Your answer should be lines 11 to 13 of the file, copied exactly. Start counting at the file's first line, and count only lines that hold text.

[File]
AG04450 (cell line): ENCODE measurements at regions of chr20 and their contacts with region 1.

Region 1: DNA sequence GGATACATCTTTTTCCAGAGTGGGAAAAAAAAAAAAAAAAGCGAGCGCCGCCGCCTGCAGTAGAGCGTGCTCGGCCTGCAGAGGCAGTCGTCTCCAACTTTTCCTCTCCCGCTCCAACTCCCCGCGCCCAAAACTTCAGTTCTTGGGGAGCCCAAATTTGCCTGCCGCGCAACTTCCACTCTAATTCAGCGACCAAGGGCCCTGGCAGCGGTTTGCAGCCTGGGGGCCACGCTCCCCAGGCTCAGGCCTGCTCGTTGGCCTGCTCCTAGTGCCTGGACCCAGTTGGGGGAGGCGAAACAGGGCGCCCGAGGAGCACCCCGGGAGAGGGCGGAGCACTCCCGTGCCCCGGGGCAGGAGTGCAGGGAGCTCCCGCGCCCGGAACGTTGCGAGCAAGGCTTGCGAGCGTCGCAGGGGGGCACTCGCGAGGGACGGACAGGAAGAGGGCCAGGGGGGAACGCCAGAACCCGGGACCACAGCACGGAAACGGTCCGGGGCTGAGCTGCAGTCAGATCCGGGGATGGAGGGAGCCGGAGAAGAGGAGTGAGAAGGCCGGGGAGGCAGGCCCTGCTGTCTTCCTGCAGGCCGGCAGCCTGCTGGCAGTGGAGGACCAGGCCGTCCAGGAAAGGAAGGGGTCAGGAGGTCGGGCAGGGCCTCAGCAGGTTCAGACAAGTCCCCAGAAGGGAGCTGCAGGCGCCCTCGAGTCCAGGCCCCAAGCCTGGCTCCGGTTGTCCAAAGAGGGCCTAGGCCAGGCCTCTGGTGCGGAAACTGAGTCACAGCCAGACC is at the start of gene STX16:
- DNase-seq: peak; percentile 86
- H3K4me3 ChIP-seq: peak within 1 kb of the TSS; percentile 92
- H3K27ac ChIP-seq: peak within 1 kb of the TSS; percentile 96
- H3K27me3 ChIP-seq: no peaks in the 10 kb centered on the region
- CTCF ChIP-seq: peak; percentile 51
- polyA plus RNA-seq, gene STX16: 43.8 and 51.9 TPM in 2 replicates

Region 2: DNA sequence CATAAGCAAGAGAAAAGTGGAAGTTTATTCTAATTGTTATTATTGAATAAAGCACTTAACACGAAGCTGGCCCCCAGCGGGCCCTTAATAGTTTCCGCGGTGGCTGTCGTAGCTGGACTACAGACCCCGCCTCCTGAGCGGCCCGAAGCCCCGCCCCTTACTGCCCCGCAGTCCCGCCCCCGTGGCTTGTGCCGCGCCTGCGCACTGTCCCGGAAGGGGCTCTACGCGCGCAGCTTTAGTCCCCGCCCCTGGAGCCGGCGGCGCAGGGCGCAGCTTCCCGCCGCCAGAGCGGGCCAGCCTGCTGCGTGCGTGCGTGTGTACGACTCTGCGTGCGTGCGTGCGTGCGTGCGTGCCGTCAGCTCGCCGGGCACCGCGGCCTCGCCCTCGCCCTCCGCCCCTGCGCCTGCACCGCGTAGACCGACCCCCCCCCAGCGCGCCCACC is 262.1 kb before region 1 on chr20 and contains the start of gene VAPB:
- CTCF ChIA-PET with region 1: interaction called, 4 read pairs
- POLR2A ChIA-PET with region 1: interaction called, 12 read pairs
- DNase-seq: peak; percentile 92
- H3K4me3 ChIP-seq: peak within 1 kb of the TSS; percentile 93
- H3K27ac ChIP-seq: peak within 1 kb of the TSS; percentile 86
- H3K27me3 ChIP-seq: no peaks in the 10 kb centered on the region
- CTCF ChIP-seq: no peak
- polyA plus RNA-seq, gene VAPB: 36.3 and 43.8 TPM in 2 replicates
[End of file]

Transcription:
- POLR2A ChIA-PET with region 1: interaction called, 12 read pairs
- DNase-seq: peak; percentile 92
- H3K4me3 ChIP-seq: peak within 1 kb of the TSS; percentile 93